Bryant was mainly looking out for Gasol when he told the front office to make up its mind, Kupchak said.
In a weird way, Gasol has earned Kupchak’s sympathy, even though the four-time All-Star isn’t guaranteed to remain on the Lakers’ roster until Thursday’s trade deadline passes.
“This has been a really hard, hard period for Pau,” Kupchak said. “He’s been ridiculously professional. I can’t imagine going through what he’s gone through the last two or three months. The way the whole thing unfolded with what took place in training camp, it’s just been one big unavoidable mess, and unfortunately Pau’s in the middle of it.”
My take on Pau? He signed a contract with the NBA, not the Lakers. Trade talk, and trades themselves, are all part of being a professional. He should deal with it in the same manner that he dealt with being traded from the Grizzlies to the Lakers. How’d that work out?
Besides, it’s not like the Lakers are talking about reducing his salary ($60 million over the next three years) or shipping him to the NBA D-League. So play on and don’t worry about things you can’t control.
IS PHILLY PHINE FOR NOW?
The Sixers are one of those teams in a bind. They’re loaded with solid young players who may become potential stars. Or maybe not. At the very least, they’re assets that can be used in a trade, although at this point with the Atlantic Division title within their grasp, the Sixers will probably stand pat for now. It helps that Evan Turner has stepped up his game considerably; he’d be the most likely name to be thrown into the mix.
The Sixers, however, need a bonafide star. The dilemma for any team in Philly’s situation is weighing whether to be patient and wait, or package a player or two and grab a star from a team that can’t keep him. Here’s what vice president Rod Thorn says, courtesy of the fine Daily News writer Bob Cooney:
As for the trade front, president Rod Thorn didn’t say the Sixers wouldn’t do anything, but it sure sounds as though nothing will happen.
“There’s always a lot of talk going on at this time of the year; we’ve talked with most of the teams throughout the league,” Thorn said. “Right now, to say if anything is going to transpire or not, you just don’t know. I couldn’t say one way or the other. You listen to everything and try to see if there’s something that could help your team without breaking it up.”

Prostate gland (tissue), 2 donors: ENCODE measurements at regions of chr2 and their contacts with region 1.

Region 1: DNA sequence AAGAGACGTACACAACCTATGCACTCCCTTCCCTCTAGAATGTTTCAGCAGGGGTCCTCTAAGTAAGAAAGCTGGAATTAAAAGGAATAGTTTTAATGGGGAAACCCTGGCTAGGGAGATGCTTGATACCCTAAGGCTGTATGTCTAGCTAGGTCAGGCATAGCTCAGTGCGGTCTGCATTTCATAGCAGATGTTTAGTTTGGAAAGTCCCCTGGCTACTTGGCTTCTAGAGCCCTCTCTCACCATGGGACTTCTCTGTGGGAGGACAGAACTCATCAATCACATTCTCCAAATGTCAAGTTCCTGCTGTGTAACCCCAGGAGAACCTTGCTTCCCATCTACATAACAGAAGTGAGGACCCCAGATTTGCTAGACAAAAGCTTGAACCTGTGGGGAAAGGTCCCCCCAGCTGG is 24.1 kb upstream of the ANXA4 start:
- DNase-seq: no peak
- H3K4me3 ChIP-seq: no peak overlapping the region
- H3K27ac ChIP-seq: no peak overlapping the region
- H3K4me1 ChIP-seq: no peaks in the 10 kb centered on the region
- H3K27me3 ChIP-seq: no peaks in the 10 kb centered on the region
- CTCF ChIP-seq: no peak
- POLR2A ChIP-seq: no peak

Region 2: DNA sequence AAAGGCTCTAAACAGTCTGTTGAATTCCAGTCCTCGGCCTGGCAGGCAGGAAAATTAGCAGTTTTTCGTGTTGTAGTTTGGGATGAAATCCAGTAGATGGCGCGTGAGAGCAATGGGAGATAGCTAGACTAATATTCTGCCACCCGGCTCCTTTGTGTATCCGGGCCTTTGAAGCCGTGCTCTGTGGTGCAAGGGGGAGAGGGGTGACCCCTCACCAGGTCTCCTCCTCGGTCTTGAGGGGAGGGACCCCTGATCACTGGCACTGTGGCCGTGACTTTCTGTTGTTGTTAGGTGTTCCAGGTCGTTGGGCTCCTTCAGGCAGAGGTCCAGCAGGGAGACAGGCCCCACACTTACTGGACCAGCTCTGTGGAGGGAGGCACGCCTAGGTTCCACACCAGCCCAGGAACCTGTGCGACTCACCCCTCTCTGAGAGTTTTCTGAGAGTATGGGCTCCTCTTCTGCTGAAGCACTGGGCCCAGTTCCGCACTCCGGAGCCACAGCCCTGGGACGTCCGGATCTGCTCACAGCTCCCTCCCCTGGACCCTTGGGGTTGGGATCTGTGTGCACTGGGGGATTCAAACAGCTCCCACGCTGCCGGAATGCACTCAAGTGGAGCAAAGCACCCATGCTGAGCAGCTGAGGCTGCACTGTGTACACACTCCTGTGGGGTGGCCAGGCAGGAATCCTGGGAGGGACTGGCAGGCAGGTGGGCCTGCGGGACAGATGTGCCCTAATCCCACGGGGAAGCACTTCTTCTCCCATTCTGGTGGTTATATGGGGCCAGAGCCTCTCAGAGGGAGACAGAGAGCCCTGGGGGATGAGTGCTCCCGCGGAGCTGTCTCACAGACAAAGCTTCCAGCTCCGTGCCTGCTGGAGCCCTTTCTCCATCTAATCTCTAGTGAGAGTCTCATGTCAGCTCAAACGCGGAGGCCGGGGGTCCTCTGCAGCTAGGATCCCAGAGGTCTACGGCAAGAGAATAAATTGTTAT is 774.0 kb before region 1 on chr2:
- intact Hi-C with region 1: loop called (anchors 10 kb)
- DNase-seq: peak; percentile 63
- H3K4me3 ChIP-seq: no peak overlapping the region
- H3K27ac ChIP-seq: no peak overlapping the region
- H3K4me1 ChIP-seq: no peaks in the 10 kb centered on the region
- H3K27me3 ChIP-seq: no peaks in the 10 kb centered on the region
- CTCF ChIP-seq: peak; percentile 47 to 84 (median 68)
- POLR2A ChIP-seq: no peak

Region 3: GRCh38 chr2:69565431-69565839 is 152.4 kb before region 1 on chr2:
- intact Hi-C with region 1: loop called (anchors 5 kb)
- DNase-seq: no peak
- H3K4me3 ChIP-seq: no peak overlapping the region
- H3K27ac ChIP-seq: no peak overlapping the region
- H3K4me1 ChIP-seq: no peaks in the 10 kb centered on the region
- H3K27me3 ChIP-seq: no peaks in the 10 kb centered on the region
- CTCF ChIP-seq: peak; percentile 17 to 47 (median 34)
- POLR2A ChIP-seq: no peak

Around the All-Star Break, when the Sixers had lost eight of 10 games and were offensively mired in muck, a move not only seemed like a good idea, but probably was necessary. Now, with Turner bringing new life into the offense and the return of [Spencer] Hawes on the horizon, staying status quo seems to be the way they’ll go.
Still, if I’m the Sixers, I’d at least look into getting Josh Smith from the Hawks. He’d form a good frontcourt tandem with Andre Iguodala and would bring some excitement to the building. Plus, Smith is still in his prime and would likely connect with coach Doug Collins. Worth exploring, at the very least.
ANYONE JAZZED ABOUT UTAH?
Apparently, the Jazz, threatening to become mediocre, are hoping to make some noise by Thursday. The Deseret News spoke to GM Kevin O’Connor, who said:
With Thursday’s deadline approaching, Jazz general manager Kevin O’Connor admitted the team is “actively looking” at trade scenarios.
“In the job that I have, one of the responsibilities is to improve the team,” O’Connor said. “Now you can’t improve the team without looking to make trades, and that’s what we do. There’s 29 other guys that have the same responsibilities to their teams, and they do the same thing. There’s a lot of conversations.”
O’Connor noted that not much trading has gone on yet around the logjammed NBA. But he likes the Jazz’s “flexibility” approaching this deadline and in the offseason.
“We’re active. We’re listening,” O’Connor said. “We’re aggressive in trying to talk (about) things.”
Which means: You can have Devin Harris if you want him. Hello? Anyone?